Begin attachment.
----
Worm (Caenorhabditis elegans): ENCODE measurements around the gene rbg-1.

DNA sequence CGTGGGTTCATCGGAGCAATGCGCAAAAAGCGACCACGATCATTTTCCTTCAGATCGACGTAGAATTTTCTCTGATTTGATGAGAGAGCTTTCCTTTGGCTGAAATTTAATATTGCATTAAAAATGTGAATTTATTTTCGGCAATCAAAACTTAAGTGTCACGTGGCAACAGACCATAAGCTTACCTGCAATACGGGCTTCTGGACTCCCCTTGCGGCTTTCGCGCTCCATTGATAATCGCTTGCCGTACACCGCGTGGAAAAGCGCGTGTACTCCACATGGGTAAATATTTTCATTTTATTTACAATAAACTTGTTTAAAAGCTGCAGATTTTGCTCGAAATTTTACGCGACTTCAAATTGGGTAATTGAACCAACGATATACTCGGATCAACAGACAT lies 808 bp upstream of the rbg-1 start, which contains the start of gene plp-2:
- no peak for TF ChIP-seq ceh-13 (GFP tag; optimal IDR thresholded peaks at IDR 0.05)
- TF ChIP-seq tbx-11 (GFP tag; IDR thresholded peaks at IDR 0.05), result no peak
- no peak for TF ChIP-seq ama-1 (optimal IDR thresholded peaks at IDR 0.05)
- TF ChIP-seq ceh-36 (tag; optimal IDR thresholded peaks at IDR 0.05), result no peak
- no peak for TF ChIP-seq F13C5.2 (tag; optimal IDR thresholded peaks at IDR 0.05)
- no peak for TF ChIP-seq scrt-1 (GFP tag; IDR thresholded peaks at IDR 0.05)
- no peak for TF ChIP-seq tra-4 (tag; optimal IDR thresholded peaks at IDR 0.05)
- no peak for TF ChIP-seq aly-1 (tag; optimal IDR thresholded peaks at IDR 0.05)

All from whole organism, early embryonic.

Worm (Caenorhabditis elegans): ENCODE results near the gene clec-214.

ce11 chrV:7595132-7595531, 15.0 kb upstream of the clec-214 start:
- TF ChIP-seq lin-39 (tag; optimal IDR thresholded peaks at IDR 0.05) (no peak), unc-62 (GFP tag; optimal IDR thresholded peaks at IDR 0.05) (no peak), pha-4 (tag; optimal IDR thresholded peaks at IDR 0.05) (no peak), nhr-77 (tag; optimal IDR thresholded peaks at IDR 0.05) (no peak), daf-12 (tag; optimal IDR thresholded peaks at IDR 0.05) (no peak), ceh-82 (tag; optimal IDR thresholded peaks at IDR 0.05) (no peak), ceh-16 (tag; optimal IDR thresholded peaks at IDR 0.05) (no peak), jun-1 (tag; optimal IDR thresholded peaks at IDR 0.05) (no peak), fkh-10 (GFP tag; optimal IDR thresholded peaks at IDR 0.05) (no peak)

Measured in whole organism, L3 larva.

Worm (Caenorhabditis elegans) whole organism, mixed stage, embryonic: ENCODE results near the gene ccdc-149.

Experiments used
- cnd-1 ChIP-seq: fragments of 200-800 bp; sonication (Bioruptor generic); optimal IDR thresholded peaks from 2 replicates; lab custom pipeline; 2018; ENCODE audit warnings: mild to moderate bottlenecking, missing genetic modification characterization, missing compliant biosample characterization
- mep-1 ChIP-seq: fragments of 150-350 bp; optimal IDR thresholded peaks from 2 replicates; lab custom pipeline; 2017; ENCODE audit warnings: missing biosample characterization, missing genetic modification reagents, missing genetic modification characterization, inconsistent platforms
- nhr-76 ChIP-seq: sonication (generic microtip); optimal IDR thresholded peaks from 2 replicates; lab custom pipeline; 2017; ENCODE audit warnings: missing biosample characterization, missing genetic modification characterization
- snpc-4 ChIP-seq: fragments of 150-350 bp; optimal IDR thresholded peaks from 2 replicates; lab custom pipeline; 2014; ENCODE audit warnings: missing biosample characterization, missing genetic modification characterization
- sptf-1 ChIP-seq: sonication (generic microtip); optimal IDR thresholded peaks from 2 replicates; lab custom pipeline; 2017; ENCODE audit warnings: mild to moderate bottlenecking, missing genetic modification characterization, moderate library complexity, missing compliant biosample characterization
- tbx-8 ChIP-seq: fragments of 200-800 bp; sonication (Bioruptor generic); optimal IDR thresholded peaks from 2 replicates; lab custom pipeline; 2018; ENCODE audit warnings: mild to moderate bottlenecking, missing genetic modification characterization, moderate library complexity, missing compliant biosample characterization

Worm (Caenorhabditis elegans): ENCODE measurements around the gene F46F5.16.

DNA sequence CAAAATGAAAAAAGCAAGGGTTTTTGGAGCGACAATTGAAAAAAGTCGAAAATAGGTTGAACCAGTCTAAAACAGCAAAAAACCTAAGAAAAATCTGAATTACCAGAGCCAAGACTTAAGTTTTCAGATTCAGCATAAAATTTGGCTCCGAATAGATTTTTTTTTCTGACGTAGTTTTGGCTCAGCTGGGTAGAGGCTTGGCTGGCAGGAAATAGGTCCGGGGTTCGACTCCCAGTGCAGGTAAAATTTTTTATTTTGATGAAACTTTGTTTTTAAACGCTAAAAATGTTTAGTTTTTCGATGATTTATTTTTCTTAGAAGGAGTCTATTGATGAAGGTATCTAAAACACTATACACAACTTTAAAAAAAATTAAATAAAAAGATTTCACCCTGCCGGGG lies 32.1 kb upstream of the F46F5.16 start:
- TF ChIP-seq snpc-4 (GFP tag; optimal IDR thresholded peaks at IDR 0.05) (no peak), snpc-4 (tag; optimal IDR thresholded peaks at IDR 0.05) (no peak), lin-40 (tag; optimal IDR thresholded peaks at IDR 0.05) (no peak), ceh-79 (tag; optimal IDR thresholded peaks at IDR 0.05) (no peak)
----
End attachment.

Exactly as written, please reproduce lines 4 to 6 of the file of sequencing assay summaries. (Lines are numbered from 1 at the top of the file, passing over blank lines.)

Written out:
- TF ChIP-seq tbx-11 (GFP tag; IDR thresholded peaks at IDR 0.05), result no peak
- no peak for TF ChIP-seq ama-1 (optimal IDR thresholded peaks at IDR 0.05)
- TF ChIP-seq ceh-36 (tag; optimal IDR thresholded peaks at IDR 0.05), result no peak